The flowing hair cascading out of the back of Bryton Barr’s helmet was one of the positive images left with UMass fans in 2018.
It meant the Minuteman senior linebacker was in the midst of chasing down the ballcarrier.
And shortly after, it meant that ballcarrier was going to the ground.
Mock drafts around many of the major and middling mock draft websites do not project Barr being selected outside of the seventh round.
But even if he doesn’t hear his name called in Nashville later this month, teams would be wise to call him directly for a camp invite.
Why teams should be interested
Barr is a prolific tackler.
The 6’0”, 225-pound Barr moves well, hits the hole running, and possess good lateral speed to pursue the ball and provide coverage against tight ends. In the past two seasons, Barr has accumulated 245 tackles, 18 tackles for loss, nine sacks and two interceptions.
His 147 total tackles this past season ranked tied for fourth in all of FBS.
His relentlessness and ability to read the offense and find a gap show top-class instincts.
Barr may also be the most experienced prospect in this year’s draft class.
At 25, Barr was granted a rare seventh year of eligibility by the NCAA after injuries sidelined him for most of the 2013 season and all of the 2014 and 2015 seasons while at Towson.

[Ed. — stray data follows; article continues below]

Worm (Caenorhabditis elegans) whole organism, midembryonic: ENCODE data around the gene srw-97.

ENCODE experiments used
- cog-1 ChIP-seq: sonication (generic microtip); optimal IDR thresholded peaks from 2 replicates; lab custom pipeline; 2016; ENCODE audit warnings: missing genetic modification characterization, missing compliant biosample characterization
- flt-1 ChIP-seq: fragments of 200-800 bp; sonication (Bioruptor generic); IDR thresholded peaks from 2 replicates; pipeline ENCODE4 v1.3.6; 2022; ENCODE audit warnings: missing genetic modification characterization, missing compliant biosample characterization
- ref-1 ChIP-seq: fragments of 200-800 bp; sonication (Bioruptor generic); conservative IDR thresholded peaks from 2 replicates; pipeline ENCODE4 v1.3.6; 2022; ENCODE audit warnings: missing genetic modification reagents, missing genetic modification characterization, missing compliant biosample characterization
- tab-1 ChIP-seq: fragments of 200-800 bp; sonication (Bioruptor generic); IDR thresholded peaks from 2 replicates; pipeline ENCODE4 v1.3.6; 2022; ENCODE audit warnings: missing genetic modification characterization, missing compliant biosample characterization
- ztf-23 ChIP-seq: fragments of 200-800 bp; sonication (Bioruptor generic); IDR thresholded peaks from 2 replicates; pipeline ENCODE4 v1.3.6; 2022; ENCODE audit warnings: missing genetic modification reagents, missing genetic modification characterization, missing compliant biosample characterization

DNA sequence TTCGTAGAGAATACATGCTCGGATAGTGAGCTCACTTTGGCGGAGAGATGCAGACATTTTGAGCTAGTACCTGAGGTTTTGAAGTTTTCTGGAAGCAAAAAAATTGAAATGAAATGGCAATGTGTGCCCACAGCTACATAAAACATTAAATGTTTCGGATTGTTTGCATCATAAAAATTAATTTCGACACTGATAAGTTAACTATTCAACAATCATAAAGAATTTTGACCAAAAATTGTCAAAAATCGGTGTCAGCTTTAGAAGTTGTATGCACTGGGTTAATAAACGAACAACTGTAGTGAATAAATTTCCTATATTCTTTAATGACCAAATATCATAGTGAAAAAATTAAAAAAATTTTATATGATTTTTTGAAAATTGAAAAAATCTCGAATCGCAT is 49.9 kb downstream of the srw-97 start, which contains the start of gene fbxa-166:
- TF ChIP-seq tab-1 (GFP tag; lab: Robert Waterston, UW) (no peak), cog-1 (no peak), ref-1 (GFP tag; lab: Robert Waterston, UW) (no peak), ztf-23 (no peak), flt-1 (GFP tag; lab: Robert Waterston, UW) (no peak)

And before you go ahead and make his injury history an automatic negative, remember that he has had two full consecutive healthy seasons.
NFL teams are not necessarily looking for rookies to instantly be locker room leaders, but Barr has the intangibles and work ethic to win over his new teammates fast.
Barr is not a track star.
However, he does move very fluid from sideline to sideline and is not very easily contained when doing so by pulling guards or tackles.
When you finish near the top of the NCAA in tackles, it shows a nose for the ball. Barr’s nose was in on plenty of plays.
What may give teams pause
As in, Barr is not a burner.
He makes plays by putting himself into great position. He reads the play, fills the lane and rarely misses the tackle.
He’ a great athlete, no doubt, but qualifying him as someone with elite speed like his UMass teammate Andy Isabella is too generous.
To be fair, despite the positives of his playing experience, his injury history does have to be considered.
He tore a pectoral muscle in 2013, missed 2014 with a similar injury and then had to rehab a torn ACL in 2015. Teams will want to do their due diligence prior to drafting Barr to be 100 percent sold on his health.
Some may look at Barr being 25 as a potential negative as well, instead of investing in someone 2-3 years younger. It shouldn’t matter at this age, but merits asking.
Mock drafts are not to be taken for gospel, but on the whole, are currently not projecting Barr to be drafted.
Barr is an ideal candidate to be drafted by teams with more than seven picks (especially more than two in final two rounds) for a great support reason: special teams.
With those aforementioned abilities to fill a lane, lend relentlessness pursuit and then make a sure tackle almost every time, I see Barr projecting as a backup linebacker for teams who run a 3-4 scheme, but more importantly, a special teams coverage ace.
In other words, that flowing hair would look real good under an NFL helmet on opening kickoffs for Sundays this fall.